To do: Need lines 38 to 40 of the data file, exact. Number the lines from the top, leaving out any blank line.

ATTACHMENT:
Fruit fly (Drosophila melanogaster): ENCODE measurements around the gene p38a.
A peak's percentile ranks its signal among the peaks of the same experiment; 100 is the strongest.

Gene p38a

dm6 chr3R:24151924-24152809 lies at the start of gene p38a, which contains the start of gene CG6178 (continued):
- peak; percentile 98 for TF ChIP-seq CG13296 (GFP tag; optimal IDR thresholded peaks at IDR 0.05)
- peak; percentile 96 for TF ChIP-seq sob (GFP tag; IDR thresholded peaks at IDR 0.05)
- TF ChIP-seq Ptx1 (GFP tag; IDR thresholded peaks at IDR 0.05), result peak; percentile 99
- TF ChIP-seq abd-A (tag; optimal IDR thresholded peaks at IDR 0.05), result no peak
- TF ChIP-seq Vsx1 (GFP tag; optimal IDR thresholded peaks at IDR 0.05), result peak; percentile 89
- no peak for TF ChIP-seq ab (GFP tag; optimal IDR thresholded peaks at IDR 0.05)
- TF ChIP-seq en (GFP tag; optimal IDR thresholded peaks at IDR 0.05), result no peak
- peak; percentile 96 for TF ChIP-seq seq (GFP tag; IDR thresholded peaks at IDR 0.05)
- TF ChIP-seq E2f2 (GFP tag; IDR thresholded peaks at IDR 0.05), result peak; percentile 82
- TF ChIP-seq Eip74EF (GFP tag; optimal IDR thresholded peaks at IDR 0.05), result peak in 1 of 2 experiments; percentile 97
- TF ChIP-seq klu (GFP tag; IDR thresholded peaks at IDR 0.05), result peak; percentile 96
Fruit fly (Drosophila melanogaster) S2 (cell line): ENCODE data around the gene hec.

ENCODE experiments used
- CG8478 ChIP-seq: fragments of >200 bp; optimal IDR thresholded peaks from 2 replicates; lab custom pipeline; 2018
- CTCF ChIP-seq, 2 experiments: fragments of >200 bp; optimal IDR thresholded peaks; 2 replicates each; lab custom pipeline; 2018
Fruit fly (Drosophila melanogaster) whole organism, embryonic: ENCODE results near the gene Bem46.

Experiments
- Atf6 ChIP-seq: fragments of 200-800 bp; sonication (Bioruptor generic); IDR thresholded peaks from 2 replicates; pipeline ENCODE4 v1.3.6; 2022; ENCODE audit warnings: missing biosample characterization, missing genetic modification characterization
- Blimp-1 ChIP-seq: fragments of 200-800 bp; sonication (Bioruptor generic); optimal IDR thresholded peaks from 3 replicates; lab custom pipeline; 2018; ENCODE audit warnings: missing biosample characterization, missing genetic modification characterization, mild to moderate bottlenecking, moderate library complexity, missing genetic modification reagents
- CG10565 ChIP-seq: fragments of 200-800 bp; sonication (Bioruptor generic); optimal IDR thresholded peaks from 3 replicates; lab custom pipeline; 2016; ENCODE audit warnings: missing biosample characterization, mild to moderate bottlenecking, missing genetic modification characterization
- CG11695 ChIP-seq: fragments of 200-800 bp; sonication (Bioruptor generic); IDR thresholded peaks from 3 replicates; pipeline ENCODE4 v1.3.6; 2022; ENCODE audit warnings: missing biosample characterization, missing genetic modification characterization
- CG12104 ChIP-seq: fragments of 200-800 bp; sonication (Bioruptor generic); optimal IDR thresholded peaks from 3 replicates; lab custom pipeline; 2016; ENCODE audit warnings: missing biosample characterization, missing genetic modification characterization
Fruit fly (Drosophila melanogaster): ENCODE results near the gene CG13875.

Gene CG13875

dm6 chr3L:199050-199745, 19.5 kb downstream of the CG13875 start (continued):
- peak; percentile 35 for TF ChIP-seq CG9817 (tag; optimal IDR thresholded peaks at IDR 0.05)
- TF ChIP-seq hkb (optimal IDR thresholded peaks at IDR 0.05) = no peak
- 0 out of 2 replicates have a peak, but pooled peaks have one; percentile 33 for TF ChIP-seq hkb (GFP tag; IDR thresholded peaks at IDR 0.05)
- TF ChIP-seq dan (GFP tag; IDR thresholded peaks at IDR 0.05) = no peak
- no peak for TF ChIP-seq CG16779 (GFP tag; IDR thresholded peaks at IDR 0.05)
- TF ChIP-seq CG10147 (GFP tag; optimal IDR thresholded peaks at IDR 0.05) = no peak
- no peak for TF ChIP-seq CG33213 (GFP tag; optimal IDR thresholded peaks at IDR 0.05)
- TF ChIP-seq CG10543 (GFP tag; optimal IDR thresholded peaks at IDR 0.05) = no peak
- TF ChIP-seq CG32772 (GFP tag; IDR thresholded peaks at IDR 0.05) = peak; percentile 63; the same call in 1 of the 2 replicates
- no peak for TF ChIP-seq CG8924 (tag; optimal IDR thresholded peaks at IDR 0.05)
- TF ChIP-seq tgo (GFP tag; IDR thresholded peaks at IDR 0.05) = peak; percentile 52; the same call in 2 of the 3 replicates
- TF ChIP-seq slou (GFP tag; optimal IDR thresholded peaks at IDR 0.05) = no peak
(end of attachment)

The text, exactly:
- TF ChIP-seq CG32772 (GFP tag; IDR thresholded peaks at IDR 0.05) = peak; percentile 63; the same call in 1 of the 2 replicates
- no peak for TF ChIP-seq CG8924 (tag; optimal IDR thresholded peaks at IDR 0.05)
- TF ChIP-seq tgo (GFP tag; IDR thresholded peaks at IDR 0.05) = peak; percentile 52; the same call in 2 of the 3 replicates